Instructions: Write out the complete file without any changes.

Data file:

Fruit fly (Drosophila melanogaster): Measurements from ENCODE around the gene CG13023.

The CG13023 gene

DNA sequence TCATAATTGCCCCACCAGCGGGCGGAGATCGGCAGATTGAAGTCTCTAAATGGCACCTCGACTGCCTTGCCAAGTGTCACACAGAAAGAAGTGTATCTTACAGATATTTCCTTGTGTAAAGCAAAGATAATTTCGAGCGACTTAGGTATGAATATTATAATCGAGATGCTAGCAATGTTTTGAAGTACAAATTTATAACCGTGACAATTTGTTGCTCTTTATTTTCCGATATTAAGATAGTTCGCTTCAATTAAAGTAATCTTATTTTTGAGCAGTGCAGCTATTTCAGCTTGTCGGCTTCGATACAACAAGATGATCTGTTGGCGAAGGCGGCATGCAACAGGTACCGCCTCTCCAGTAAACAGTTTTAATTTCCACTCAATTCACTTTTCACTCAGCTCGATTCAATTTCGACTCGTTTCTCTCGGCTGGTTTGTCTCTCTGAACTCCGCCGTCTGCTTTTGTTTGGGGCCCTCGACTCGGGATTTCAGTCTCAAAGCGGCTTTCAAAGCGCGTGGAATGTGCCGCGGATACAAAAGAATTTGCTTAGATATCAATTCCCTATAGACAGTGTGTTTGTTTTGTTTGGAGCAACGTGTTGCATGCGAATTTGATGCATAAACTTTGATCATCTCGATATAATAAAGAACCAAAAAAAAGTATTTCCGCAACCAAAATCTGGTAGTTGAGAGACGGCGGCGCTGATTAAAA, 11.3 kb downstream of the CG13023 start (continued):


Fruit fly (Drosophila melanogaster): Measurements from ENCODE around the gene CG13023.

The CG13023 gene

DNA sequence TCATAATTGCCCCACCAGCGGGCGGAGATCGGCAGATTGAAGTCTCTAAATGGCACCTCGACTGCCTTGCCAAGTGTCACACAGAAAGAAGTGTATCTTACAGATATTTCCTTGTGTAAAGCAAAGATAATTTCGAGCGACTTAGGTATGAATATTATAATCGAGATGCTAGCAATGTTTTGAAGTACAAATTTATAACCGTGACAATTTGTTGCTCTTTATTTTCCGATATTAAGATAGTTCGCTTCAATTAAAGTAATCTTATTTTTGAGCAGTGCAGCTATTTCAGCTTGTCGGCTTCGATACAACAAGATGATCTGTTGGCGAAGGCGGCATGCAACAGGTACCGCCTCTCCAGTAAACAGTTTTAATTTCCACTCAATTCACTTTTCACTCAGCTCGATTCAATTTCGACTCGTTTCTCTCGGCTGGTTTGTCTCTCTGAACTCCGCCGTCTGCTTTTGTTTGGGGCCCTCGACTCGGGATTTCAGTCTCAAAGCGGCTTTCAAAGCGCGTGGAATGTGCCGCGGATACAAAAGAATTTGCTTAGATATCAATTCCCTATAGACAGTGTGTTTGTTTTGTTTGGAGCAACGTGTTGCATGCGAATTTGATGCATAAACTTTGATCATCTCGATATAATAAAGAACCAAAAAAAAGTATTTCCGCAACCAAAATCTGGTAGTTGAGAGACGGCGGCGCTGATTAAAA, 11.3 kb downstream of the CG13023 start (continued):